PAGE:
It’s a counterintuitive issue for me, because I’ve always followed the MO that you should escalate things with someone – over the course of a date, an evening, an interaction, etc – to sustain an upward crescendo of sexual energy. It seems the gradual step-by-step makes the process more comfortable and builds anticipation and excitement for the finale. On the flip side, deescalating things, or not escalating in the right rhythm can deflate all of that.
But when I’m making out with someone and we have our bodies pressed against each other, I don’t see any way to escalate from that point other than sex – anything else seems like it would take the energy down a notch. On the other hand, does it make sense to be thinking about moving in that direction when I haven’t even learned someone’s name yet? It’s important to me to avoid creeping anyone out because this is a venue I hope to keep coming back to, and a big draw of the place is the notable absence of creepy/uncomfortable vibes compared to most other clubs.
I know this hookup-y question is lighter than most of what I read on here, but any practical advice or insight could really help. For me, making connections with sexy strangers is a rare source of joy during these apocalyptic times.
Horny and Antsy
DEAR HORNY AND ANTSY: Here’s the thing, HAA: humans are bad at understanding why we feel the way we feel. We feel the physical sensations and then decide on the why after the fact — usually by backfilling in information based on what’s going on around us. In fact, scientists would test this by having folks cross a chasm or gap on a thin bridge. Once they got to the other side, they would have one of their assistants — young, attractive, and usually the opposite sex of whomever just did the crossing — interview them for the study, then hand the subject their phone number in case they had more questions. They would also do this with far less rickety or scary bridges. However, the purpose of the test wasn’t asking the questions. It was what the subjects would do afterwards.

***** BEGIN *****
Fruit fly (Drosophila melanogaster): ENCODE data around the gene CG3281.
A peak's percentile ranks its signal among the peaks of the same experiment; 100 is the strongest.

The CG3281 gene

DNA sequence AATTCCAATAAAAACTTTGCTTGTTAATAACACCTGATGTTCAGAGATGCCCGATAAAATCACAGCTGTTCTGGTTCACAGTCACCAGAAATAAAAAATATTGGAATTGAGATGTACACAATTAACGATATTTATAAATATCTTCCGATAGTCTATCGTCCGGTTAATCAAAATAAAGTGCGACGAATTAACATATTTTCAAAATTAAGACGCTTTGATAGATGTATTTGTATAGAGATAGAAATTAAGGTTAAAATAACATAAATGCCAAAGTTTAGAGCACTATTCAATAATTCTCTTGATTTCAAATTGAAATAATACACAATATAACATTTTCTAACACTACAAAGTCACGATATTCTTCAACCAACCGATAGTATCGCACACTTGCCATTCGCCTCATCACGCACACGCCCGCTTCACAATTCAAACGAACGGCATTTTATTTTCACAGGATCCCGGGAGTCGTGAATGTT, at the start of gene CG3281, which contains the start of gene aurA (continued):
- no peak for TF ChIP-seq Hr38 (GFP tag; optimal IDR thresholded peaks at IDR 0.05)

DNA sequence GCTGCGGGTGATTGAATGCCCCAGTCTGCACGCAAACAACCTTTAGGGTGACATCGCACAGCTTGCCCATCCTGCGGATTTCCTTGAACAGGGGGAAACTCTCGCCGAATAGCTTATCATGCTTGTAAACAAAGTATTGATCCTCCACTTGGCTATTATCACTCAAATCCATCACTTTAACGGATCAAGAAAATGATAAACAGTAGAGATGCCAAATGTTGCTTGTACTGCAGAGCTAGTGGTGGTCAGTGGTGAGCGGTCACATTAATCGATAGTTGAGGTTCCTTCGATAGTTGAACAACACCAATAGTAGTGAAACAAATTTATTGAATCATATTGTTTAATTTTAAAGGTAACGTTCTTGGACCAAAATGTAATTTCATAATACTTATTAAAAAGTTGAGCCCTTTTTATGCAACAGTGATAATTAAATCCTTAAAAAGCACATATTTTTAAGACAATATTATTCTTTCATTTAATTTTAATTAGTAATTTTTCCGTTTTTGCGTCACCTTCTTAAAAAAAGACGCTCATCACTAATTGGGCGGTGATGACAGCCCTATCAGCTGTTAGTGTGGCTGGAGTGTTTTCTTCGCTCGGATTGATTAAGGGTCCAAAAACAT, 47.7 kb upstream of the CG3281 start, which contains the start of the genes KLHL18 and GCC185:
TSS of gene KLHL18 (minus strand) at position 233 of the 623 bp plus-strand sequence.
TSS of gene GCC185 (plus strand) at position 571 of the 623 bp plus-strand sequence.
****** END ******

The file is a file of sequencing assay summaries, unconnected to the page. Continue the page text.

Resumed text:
The folks who crossed the scarier, less safe-seeming bridge were far, far more likely to call that number than the folks who crossed the safe one — and often the subjects (usually, but not exclusively the male ones) would ask the interviewer out or want to know more about them.
Why? Because, as it turns out, the physical sensations of fear and the physical sensations of sexual arousal are identical. The difference is the context; is there a sabertooth tiger behind that bush or are you talking to someone hot? Oh, you’re talking to someone hot; clearly you’re turned on. Doesn’t matter that you were being chased by that tiger five minutes ago, it’s that moment now that defines why you think you feel the way you feel.
This is what’s known as “the misattribution of arousal”, and it affects us in a number of every day scenarios. If you’re doing something that excites your central nervous system and your cardiovascular system… you’re exciting other parts of yourself too.